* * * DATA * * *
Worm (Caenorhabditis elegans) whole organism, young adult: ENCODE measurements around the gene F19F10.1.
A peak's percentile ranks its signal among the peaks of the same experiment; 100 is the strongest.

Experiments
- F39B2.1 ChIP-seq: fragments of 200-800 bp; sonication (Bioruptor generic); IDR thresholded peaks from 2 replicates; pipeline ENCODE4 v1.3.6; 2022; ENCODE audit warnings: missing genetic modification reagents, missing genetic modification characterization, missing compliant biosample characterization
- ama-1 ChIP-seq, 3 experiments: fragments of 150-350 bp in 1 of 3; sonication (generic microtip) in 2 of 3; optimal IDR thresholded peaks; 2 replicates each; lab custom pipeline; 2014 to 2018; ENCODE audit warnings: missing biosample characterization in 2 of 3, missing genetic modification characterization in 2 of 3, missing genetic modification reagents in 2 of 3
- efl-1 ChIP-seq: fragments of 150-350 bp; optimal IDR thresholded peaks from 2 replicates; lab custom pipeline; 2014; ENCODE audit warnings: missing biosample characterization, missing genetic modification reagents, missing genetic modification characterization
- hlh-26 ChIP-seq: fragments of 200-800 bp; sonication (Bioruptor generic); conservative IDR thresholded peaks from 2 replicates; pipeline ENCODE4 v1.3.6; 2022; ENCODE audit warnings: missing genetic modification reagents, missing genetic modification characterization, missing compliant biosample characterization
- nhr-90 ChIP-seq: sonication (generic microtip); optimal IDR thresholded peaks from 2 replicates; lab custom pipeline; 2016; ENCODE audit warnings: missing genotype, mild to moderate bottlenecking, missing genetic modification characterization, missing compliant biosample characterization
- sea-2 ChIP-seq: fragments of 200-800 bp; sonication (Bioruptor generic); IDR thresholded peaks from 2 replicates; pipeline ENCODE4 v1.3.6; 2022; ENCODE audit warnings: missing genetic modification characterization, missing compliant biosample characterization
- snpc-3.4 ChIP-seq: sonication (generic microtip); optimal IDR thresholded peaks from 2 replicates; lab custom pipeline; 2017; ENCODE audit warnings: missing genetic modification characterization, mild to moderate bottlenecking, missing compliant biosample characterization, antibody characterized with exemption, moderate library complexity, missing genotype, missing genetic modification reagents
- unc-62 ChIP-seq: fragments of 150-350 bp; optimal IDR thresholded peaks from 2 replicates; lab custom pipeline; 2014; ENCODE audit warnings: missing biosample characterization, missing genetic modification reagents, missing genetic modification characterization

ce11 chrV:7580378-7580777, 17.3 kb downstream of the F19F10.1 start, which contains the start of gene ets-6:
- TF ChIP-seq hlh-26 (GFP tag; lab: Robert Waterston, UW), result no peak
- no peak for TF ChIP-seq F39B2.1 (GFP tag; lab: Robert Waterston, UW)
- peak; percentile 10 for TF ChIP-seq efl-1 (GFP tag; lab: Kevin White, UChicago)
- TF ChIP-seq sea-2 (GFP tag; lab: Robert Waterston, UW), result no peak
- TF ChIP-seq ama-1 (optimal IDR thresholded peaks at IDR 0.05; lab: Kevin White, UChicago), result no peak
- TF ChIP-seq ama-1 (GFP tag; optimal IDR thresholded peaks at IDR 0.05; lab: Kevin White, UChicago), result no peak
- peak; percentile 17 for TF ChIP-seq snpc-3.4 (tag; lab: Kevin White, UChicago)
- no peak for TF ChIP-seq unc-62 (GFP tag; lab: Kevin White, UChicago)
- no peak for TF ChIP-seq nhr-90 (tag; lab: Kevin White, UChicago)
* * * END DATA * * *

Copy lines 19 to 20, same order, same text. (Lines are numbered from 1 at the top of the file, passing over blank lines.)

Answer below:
- peak; percentile 17 for TF ChIP-seq snpc-3.4 (tag; lab: Kevin White, UChicago)
- no peak for TF ChIP-seq unc-62 (GFP tag; lab: Kevin White, UChicago)